Despite recent storms sweeping across the UK, the temperature has actually been milder than usual for this time of year. As a result, an animal rescue charity has found that many hedgehogs haven't completed their hibernation period because they think spring has already arrived.
Wildlife Rescue Ambulance Service (WRAS), based in East Sussex, usually cares for around 300 hedgehogs during the winter months. But this year, many of the hedgehogs have been released back into the wild early having woken up from hibernation prematurely.
The charity's founder, Trevor Weeks, believes that hedgehogs are confused by climate change. He told the Daily Mail: "Until we get to the spring it's difficult to know what's going to happen. We are in uncharted territory – I have not known weather like it.
Milder winter temperatures followed a late-starting autumn in 2019 which saw many hedgehogs produce a second litter of hoglets pre-hibernation. This can be dangerous because the baby animals often don't have enough time to fatten-up in time for the winter months, leaving many at risk. "October, November and December were busy for baby hedgehogs," says Trevor.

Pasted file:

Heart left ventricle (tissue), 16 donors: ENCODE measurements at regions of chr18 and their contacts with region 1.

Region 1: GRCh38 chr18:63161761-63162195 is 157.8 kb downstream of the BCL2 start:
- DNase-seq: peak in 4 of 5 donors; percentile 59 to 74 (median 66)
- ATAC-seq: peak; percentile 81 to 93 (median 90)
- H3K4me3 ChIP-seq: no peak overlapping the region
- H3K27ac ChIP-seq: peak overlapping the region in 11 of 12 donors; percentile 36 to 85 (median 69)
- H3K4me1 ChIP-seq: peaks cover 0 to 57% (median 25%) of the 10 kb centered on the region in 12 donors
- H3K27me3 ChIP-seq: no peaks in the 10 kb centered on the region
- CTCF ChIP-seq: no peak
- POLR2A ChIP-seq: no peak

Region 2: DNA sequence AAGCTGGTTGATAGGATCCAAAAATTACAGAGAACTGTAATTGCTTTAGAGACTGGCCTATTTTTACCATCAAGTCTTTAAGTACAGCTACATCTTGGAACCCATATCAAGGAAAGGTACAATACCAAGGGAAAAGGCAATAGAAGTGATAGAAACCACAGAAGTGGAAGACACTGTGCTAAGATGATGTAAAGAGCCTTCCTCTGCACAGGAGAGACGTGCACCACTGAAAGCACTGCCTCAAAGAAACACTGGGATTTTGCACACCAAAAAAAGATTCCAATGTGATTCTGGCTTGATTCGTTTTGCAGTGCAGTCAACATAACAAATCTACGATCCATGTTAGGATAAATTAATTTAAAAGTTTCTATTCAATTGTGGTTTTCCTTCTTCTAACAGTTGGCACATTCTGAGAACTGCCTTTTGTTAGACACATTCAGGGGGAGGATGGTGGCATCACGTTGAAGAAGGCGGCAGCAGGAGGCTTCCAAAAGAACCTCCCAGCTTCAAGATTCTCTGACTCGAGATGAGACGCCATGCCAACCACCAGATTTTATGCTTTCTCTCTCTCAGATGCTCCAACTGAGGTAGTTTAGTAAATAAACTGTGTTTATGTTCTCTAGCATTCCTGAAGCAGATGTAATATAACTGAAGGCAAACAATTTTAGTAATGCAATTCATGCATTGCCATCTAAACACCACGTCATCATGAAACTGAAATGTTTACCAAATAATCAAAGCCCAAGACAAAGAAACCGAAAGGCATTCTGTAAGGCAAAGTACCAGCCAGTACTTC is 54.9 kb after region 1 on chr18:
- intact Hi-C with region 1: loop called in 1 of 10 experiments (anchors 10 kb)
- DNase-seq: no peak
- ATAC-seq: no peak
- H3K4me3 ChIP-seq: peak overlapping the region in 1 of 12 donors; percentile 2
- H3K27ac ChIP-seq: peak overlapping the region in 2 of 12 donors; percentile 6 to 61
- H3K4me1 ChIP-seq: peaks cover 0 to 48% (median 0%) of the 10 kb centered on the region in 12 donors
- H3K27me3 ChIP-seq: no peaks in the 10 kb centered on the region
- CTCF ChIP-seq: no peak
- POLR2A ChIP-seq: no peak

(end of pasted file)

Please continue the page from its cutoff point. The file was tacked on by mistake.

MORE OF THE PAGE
Back in December 2019, this lead to one charity finding multiple hedgehogs that were too weak to hibernate and thousands of hoglets were rescued just before Christmas. Sadly, this was down to a lack of food and resources caused by the uncertain weather.
The charity has also revealed fears over non-hibernating hedgehogs being poisoned by parasites found on bugs that thrive in mild weather. Usually, hedgehogs hibernate from October right though until April, but the change in their behaviour has meant they are eating foods they normally wouldn't (such as the bugs, for example).
Read more on hedgehogs:
- How to make a hedgehog house
- 4 signs you have a hedgehog in your garden at night
- How to make your garden a haven for wildlife throughout winter
- Here's how to save hedgehogs during the heatwave
"If this is the pattern of things to come, we could be seeing major change in how hedgehogs exist in the UK," Trevor continues. "I think we should be worried about it because it's such a dramatic change.
"Fingers crossed it doesn't have too much of a negative impact. The next few months are going to be quite critical."
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